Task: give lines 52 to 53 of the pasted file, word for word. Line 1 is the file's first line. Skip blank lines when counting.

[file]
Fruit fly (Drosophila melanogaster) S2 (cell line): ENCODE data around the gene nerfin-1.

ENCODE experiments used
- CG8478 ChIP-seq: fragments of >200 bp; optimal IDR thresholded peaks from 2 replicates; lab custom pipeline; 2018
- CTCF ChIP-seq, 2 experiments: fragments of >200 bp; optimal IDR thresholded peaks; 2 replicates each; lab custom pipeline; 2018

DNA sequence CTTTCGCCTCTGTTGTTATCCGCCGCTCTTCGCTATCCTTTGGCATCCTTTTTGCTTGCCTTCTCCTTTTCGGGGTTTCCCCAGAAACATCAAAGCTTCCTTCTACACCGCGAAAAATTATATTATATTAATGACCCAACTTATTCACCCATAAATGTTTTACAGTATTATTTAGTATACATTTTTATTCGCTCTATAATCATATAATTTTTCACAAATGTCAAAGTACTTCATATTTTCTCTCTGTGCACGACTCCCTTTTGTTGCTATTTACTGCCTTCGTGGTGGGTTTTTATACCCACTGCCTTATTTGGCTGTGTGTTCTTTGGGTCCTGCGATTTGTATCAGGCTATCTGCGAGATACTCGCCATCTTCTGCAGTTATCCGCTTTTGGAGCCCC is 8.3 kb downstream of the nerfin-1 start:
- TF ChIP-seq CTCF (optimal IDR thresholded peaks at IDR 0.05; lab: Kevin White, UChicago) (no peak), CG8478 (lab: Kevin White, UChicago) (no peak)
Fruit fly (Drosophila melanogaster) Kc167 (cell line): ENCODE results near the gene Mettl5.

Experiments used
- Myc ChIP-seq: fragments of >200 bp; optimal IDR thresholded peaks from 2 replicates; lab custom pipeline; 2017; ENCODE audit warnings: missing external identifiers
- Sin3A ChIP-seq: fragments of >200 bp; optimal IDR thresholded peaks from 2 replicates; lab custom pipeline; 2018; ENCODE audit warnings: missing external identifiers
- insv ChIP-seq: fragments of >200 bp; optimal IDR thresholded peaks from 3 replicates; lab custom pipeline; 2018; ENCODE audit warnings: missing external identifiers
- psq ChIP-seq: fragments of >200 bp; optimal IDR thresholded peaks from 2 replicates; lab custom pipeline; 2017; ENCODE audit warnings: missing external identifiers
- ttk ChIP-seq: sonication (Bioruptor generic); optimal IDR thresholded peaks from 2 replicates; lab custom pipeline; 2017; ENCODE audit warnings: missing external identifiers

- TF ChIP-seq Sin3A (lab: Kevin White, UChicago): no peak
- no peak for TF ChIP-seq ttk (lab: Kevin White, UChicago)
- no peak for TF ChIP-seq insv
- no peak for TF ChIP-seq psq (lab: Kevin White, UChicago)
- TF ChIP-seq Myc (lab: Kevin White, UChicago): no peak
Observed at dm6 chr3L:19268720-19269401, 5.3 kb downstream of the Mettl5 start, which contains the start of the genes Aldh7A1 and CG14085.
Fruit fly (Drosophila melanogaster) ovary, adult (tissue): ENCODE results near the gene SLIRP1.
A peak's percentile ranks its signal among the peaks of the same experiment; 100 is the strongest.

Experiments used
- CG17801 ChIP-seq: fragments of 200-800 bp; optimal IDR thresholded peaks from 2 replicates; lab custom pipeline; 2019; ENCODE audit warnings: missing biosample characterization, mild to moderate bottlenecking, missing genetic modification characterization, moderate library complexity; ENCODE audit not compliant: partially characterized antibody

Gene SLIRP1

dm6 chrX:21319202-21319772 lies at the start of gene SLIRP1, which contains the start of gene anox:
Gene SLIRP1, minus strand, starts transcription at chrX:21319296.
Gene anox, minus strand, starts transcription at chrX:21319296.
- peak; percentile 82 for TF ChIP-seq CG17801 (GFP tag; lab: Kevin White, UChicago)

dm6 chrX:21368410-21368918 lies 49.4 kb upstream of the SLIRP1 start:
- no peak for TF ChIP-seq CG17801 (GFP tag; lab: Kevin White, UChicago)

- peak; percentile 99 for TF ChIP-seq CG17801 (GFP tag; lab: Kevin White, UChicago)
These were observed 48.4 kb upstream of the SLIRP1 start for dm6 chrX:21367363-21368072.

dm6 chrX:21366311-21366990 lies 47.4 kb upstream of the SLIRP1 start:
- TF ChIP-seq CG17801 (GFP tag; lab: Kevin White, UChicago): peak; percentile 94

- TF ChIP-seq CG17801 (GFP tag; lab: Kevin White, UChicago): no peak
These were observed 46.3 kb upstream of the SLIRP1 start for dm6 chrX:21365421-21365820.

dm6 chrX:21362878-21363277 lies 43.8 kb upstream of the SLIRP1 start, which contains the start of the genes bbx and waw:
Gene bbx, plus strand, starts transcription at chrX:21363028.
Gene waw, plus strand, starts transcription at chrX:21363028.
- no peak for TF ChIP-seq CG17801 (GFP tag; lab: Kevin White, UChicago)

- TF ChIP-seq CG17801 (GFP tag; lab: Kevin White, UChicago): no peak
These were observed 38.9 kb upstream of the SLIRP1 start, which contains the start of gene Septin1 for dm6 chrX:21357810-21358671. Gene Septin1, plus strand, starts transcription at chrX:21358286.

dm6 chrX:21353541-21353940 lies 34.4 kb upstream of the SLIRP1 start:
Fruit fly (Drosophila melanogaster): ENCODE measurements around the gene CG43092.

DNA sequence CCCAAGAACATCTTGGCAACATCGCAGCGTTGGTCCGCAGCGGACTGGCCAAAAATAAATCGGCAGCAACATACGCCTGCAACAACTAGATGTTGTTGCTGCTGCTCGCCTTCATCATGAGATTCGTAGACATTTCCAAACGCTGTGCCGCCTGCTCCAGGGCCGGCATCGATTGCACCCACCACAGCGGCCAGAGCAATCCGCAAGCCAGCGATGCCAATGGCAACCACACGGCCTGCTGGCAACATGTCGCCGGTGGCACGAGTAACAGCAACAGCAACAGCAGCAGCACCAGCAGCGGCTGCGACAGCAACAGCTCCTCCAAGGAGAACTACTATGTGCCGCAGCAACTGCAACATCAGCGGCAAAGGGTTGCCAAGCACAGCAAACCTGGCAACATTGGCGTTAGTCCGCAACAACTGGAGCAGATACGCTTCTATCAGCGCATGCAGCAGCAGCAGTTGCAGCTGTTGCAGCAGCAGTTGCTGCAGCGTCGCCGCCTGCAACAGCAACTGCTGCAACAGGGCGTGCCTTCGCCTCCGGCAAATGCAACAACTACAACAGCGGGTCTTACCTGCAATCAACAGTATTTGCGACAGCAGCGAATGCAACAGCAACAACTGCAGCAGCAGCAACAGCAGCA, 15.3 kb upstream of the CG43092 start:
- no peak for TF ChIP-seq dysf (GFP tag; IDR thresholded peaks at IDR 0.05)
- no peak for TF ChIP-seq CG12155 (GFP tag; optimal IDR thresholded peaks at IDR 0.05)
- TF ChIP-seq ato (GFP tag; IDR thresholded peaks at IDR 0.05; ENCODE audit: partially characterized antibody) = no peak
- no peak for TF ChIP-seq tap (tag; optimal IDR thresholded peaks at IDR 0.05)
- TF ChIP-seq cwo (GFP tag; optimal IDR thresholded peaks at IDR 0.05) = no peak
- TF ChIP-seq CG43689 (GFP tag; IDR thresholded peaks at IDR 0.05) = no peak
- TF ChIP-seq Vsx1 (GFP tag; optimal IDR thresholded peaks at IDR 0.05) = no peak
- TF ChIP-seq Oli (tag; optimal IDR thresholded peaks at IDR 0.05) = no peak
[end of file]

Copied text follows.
- TF ChIP-seq Vsx1 (GFP tag; optimal IDR thresholded peaks at IDR 0.05) = no peak
- TF ChIP-seq Oli (tag; optimal IDR thresholded peaks at IDR 0.05) = no peak